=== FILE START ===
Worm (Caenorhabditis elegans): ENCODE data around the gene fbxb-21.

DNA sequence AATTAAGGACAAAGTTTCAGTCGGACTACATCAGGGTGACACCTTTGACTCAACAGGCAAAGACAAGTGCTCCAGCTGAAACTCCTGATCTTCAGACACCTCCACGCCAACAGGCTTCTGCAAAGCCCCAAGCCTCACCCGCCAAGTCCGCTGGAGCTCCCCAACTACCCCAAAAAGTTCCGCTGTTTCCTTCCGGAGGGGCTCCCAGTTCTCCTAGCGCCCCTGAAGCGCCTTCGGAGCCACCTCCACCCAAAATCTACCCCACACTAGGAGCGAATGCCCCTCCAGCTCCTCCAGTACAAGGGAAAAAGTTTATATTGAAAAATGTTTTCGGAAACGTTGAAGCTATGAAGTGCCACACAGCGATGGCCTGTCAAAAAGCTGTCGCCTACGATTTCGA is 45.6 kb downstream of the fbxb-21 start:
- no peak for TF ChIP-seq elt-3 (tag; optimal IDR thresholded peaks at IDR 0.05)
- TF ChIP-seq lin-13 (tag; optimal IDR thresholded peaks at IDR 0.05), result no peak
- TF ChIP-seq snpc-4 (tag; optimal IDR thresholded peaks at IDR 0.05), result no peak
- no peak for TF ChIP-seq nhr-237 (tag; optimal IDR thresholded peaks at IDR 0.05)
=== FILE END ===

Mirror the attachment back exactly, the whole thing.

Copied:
Worm (Caenorhabditis elegans): ENCODE data around the gene fbxb-21.

DNA sequence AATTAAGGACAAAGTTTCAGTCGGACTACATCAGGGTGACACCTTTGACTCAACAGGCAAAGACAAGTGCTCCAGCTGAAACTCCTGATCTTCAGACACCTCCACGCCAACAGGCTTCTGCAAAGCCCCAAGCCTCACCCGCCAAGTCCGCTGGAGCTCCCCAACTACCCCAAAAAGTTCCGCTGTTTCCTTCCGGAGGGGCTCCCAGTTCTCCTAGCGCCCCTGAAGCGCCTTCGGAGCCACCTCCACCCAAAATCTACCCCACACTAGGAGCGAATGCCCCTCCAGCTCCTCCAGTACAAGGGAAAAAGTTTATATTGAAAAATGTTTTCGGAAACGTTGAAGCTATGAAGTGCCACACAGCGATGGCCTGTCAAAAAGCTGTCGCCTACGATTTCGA is 45.6 kb downstream of the fbxb-21 start:
- no peak for TF ChIP-seq elt-3 (tag; optimal IDR thresholded peaks at IDR 0.05)
- TF ChIP-seq lin-13 (tag; optimal IDR thresholded peaks at IDR 0.05), result no peak
- TF ChIP-seq snpc-4 (tag; optimal IDR thresholded peaks at IDR 0.05), result no peak
- no peak for TF ChIP-seq nhr-237 (tag; optimal IDR thresholded peaks at IDR 0.05)